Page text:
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Opinion: A broken and sinful world

  

As a state legislator representing  HD 52, I have been asked by a number of my constituents over the last few weeks for my opinion on the events that have taken place across this great nation. I have been very guarded in my response as I have a distrust of the national media and have always believed that reacting to something as horrific as these events should take time, making sure we have all the facts.

I can’t imagine what the families of Buffalo and Uvalde are going through or what the families of Columbine, Virginia Tech, and Sandy Hook went through and are still living with all these years later. Losing a loved one in the manner these lives were taken is unimaginable. I have been heartbroken and at the same time disgusted when individuals try to use these tragic events to advance their personal or political agenda.

Rep. Brad Pollitt

What would cause someone to be so angry or have such a lack of a conscious that they would commit such an unthinkable act? What has happened in their life to cause them to hate and want to kill? Could the answer be that we live in a broken and sinful world? Some in our society want to only focus on the gun and not the life of the individual that plans the event, loads the gun, maps out the destination, and ultimately pulls the trigger.

In the last 10 years, Americans have been buying guns at a record pace and today we have more guns than we do people. This is not surprising as President Joe Biden, former President Barack Obama, former Congressman Beto O’Rourke, and many others like them have said repeatedly they have full intentions of coming after our guns. At the same time, the people of Ukraine are begging the U.S. to send them weapons to arm their civilians in an effort to fight off the invasion of the Soviet Union.

Throughout history, what has caused the downfall of the world’s greatest civilizations? The answer is they all went through a moral decline. In my humble opinion, morals in our country have declined and continue in a downward spiral. A few years ago, we started giving participation trophies for showing up and winning, which became secondary. Children experience trauma at the hands of adults like no other time in history, drug and alcohol abuse, the demise of the family unit, mental health issues, fixation on social media, lack of respect for authority, and the easy access to pornography to name only a few.

Children as young as pre-school are being encouraged to take on the form of another gender. Some
even believe that life inside a human body is a choice and not a creation of GOD. But we seem shocked when someone is so angry or mixed up that they would choose to kill innocent people, especially children.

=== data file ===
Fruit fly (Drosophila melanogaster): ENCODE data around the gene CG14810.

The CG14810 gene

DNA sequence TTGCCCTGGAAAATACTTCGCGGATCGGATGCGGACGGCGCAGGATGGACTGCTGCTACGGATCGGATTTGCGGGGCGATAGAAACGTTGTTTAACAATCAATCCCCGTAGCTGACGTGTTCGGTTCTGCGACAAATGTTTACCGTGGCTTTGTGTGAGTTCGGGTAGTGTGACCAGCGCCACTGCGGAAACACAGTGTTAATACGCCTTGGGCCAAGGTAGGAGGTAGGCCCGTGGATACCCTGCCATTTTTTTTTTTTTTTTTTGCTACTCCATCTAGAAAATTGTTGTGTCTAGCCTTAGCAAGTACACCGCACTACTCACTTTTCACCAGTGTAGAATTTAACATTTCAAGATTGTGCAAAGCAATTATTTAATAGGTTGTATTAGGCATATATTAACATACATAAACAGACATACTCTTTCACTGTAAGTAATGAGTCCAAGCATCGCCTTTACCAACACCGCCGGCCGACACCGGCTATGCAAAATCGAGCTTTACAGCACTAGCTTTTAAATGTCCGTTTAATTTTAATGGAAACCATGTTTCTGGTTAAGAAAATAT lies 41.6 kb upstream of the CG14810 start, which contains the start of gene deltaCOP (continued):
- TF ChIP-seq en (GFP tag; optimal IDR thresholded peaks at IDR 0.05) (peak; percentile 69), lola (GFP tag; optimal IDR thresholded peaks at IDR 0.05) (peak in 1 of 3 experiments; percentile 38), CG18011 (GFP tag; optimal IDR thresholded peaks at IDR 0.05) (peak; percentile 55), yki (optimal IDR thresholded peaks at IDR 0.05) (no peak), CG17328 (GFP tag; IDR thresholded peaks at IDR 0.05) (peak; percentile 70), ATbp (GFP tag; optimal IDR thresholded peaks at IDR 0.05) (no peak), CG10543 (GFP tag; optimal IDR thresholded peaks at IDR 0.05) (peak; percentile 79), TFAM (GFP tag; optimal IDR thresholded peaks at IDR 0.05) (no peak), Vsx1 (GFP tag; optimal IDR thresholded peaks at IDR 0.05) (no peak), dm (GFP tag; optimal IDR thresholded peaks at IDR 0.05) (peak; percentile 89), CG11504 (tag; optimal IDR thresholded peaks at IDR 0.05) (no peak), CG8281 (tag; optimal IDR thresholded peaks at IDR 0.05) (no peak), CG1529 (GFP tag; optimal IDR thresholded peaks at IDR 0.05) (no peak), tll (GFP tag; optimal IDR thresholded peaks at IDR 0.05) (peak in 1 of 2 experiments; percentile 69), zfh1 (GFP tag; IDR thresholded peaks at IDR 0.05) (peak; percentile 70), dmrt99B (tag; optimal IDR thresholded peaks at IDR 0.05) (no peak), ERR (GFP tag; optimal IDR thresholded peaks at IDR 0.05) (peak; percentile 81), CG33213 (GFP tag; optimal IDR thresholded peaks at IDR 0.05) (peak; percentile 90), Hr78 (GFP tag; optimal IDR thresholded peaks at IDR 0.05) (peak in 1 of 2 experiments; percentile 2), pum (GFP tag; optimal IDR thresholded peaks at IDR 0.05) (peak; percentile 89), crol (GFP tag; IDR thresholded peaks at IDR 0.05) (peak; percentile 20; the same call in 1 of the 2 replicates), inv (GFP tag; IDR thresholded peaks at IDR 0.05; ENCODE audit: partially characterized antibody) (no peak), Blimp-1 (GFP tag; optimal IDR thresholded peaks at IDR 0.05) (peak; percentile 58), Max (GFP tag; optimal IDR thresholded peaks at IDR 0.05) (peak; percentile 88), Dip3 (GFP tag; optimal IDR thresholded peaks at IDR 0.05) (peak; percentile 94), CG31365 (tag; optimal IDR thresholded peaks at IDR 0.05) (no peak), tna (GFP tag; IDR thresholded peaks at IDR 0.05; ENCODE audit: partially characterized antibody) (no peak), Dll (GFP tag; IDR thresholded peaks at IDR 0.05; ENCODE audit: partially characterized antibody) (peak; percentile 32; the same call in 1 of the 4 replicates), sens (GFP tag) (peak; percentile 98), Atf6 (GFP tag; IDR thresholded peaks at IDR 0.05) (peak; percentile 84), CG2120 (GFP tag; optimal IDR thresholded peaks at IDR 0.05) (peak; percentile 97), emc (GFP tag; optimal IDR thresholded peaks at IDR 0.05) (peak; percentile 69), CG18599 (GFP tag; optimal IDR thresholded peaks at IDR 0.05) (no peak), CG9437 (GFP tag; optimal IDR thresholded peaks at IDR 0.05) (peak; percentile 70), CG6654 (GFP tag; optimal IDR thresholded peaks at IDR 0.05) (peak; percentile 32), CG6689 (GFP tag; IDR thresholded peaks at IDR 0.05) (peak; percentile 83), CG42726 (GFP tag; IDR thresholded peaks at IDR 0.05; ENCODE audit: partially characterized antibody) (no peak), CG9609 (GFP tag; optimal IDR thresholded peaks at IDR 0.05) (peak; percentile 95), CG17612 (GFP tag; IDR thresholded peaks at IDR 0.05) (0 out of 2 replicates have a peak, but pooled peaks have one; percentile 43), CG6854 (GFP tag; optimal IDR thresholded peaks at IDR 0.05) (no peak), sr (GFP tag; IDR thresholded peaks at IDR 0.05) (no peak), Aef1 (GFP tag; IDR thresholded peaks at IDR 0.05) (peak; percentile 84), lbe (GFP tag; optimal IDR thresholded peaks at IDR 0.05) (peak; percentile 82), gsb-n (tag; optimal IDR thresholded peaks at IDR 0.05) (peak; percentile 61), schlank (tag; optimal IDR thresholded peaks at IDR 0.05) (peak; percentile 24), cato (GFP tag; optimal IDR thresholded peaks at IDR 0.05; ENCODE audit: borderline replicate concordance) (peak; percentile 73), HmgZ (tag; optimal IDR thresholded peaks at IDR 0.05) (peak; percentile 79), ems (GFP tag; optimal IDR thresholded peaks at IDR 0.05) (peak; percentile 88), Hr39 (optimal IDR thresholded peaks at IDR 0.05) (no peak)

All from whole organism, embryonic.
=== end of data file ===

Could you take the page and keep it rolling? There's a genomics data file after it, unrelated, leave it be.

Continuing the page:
The most important role we have as a parent is to care for our children, protect them as best we can, help them deal with failure, and hold them accountable when they mess up. Believe me, I know that I have made my fair share of mistakes, but I also know that the love of a parent can and will change lives. As we look to the government to put a bandage on — and in some cases, it has encouraged the cancer that has infiltrated our society — maybe, just maybe the answer can be found in society itself.

We live in a broken and sinful world and everyone wants to find someone to blame. Blame the politicians that truly believe we should have a right as law-abiding citizens to purchase and own a firearm. Blame the media for their constant coverage of these tragic events that might be encouraging an individual with a grievance and feeling like they have nothing to live for so they try to leave their mark in history. Blame the violence we see every day on TV or in some video games. Blame law enforcement for their slow response. Blame the school for not having a full-proof safety plan. (A safety plan is only as good as its weakest link). Blame the gun manufactures and the retail stores. It could go on and on.

Governing is hard work and not everyone will always agree as to what should be the answer to gun violence and mass shootings. We have and will continue to discuss expanded background checks, red flag laws, magazine size, and changing the age to buy an assault rifle. Hopefully, a bipartisan answer can be found.

However, the question remains, would any of these changes make a difference? Would any of these changes have made a difference in the latest tragedies? Chicago has some of the strongest gun laws in the country, and its homicide rates are at the top of the charts. Experience tells us that someone determined to do damage will find a way to achieve their intended goal. Some say we need more mental health funding. I don’t necessarily disagree with that, but after social programs and K-12 education, mental health is the third largest expenditure in our normal Missouri state budget.

I agree with my friend Nicole Cooke, editor of the Sedalia Democrat, when she said, “Whatever we do, the problem will not be solved overnight.”

I also agree that we need to treat each other with a little more respect and kindness. I don’t agree that the gun is the main problem, nor do I believe the car being driven by a drunk driver is the problem.

It is time for Americans to wake up. It is time we put prayer back in our schools, the Ten Commandments back in our courthouses, and restore respect for authority, especially for law enforcement. More than ever, it is time for more parents to take the responsibility of teaching their children right from wrong and that failures are a part of the growth process in becoming respectful contributing adults in a society that is in desperate need of the love of a family and the love of a forgiving God.